BERLIN: The German economy grew by 0.6 per cent in 2019, the weakest expansion rate since 2013 and a marked cooling from the previous year, as export-dependent manufacturers in Europe’s largest economy face increased headwinds from trade disputes and less foreign demand.
The preliminary estimate, released on Wednesday by the Federal Statistics Office, was in line with a Reuters poll of analysts and followed growth in gross domestic product (GDP) of 1.5 per cent in 2018, report agencies.“This means that the German economy grew the tenth year in a row. This is the longest growth period since German reunification,” statistics official Albert Braakmann said.
Stronger private consumption, higher state spending and booming construction helped support growth in 2019 as struggling manufacturers dragged on activity.
Deka Bank analyst Andreas Scheuerle said the German economy had ended an unusually weak year marked by “bad luck and misery”, pointing to tariff disputes and Brexit uncertainty.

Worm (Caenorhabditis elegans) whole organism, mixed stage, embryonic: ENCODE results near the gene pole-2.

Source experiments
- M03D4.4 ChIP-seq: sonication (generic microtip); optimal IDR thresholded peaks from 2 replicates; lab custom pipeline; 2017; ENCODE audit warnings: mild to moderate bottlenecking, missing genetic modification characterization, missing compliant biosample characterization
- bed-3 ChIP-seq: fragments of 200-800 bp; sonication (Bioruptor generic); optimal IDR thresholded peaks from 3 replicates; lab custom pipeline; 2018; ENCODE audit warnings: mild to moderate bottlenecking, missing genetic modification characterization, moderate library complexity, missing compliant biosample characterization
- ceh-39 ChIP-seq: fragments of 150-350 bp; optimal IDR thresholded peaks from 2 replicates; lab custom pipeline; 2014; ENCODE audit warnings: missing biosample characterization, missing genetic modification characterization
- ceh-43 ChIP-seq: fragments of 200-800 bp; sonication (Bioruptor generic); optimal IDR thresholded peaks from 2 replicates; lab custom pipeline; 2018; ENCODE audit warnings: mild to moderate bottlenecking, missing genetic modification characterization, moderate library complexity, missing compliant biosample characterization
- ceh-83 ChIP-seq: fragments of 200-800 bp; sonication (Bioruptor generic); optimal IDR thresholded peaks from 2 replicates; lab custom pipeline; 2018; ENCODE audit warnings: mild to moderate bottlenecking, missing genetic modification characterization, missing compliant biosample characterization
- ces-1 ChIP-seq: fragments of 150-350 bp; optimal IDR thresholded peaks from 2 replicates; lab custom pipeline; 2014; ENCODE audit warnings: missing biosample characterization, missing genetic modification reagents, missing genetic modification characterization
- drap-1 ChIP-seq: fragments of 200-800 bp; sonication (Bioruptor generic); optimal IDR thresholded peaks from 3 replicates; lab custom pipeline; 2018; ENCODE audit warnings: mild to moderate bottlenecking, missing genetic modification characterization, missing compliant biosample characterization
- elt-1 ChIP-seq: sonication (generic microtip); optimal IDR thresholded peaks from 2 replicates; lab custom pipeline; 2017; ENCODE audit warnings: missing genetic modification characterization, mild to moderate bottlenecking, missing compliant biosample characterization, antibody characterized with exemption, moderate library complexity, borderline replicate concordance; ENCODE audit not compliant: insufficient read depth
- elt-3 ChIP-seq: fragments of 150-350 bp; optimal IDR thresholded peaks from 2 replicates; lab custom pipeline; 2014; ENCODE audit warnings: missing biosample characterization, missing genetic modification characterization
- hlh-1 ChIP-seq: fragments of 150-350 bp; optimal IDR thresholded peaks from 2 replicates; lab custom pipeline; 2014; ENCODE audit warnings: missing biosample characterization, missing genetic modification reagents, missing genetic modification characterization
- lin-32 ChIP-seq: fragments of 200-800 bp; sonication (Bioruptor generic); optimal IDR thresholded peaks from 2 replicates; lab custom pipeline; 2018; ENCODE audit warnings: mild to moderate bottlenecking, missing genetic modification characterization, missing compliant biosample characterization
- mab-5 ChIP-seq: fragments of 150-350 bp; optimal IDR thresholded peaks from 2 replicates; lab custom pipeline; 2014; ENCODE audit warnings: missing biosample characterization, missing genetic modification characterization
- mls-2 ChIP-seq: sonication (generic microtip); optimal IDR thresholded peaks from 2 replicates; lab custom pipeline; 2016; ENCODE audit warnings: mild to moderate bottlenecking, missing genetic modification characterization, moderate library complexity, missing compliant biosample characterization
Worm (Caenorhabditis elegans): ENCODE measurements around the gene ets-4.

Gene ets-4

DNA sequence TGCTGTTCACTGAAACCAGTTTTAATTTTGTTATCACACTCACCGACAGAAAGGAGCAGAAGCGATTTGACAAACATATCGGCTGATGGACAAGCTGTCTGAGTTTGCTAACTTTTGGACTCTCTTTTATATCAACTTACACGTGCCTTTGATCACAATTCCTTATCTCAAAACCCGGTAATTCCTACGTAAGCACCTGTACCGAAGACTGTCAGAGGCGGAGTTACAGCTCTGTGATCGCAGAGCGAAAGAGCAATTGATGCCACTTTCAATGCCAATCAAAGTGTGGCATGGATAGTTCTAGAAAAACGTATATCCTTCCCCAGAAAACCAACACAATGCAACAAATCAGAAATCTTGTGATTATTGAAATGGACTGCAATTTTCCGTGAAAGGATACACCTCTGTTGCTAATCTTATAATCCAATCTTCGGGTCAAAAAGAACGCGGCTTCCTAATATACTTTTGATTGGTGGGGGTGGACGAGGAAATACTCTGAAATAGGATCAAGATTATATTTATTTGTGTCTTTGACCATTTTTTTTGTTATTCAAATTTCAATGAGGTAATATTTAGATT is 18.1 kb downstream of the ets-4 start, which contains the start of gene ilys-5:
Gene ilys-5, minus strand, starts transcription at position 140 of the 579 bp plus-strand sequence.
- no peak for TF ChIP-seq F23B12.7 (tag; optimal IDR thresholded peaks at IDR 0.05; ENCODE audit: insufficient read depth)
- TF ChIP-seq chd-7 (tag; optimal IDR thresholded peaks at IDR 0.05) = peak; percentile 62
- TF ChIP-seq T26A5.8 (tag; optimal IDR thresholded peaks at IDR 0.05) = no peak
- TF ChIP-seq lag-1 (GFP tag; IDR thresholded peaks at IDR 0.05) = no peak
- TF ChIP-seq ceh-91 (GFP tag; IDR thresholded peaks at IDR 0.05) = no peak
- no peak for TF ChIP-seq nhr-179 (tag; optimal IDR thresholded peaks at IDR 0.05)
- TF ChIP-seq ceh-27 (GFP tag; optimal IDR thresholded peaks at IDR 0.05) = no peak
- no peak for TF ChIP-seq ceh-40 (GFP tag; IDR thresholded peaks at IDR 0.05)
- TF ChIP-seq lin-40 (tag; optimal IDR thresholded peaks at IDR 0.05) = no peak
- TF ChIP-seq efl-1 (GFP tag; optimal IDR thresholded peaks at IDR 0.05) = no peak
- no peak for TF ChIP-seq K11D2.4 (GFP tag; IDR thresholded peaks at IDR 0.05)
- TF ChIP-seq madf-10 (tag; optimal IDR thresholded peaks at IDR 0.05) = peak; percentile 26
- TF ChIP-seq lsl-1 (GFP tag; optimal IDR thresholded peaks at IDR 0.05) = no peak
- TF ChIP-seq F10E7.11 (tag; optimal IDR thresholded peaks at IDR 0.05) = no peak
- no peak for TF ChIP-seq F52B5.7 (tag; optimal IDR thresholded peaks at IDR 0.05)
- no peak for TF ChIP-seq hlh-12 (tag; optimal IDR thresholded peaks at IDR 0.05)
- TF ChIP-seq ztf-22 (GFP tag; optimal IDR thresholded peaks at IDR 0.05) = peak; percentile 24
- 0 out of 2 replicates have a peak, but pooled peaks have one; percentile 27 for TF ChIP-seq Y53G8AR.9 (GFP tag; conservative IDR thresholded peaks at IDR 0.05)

“Without the domestic demand - this means private consumption, state spending and construction - the German economy would have entered a recession,” Mr Scheuerle added.
The office said the budget surplus of the public sector, including federal states, municipalities and social security systems, fell to 49.8 billion euros (S$74.7 billion) or 1.5 per cent of GDP after 62.4 billion euros or 1.9 per cent in the previous year.
Chancellor Angela Merkel’s ruling coalition is at odds over how to spend the federal government’s budget surplus of 13.5 billion euros. Her conservatives are calling for corporate tax cuts while centre-left Finance Minister Olaf Scholz favours more public investment.Exports edged up by 0.9 per cent last year after a 2.1 per cent increase in 2018 while imports rose by 1.9 per cent following a 3.6 per cent jump, the office added.
This meant net trade subtracted 0.4 percentage points from German growth whereas domestic activity contributed 1.0 percentage point, leaving an overall growth rate of 0.6 per cent.